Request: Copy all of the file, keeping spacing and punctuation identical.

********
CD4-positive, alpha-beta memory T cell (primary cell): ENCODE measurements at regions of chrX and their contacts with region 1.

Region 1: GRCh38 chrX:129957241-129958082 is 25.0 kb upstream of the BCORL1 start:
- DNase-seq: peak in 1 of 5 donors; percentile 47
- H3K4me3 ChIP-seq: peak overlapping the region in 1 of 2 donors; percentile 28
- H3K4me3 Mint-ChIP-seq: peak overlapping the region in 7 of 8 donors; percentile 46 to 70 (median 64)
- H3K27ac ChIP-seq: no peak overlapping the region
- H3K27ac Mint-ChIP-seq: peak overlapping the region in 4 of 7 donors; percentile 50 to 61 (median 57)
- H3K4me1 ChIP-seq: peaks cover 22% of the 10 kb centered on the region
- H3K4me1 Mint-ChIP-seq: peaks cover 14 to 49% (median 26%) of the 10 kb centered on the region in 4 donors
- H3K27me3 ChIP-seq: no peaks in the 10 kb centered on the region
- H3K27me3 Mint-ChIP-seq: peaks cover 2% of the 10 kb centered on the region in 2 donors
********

CD4-positive, alpha-beta memory T cell (primary cell): ENCODE measurements at regions of chrX and their contacts with region 1.

Region 1: GRCh38 chrX:129957241-129958082 is 25.0 kb upstream of the BCORL1 start:
- DNase-seq: peak in 1 of 5 donors; percentile 47
- H3K4me3 ChIP-seq: peak overlapping the region in 1 of 2 donors; percentile 28
- H3K4me3 Mint-ChIP-seq: peak overlapping the region in 7 of 8 donors; percentile 46 to 70 (median 64)
- H3K27ac ChIP-seq: no peak overlapping the region
- H3K27ac Mint-ChIP-seq: peak overlapping the region in 4 of 7 donors; percentile 50 to 61 (median 57)
- H3K4me1 ChIP-seq: peaks cover 22% of the 10 kb centered on the region
- H3K4me1 Mint-ChIP-seq: peaks cover 14 to 49% (median 26%) of the 10 kb centered on the region in 4 donors
- H3K27me3 ChIP-seq: no peaks in the 10 kb centered on the region
- H3K27me3 Mint-ChIP-seq: peaks cover 2% of the 10 kb centered on the region in 2 donors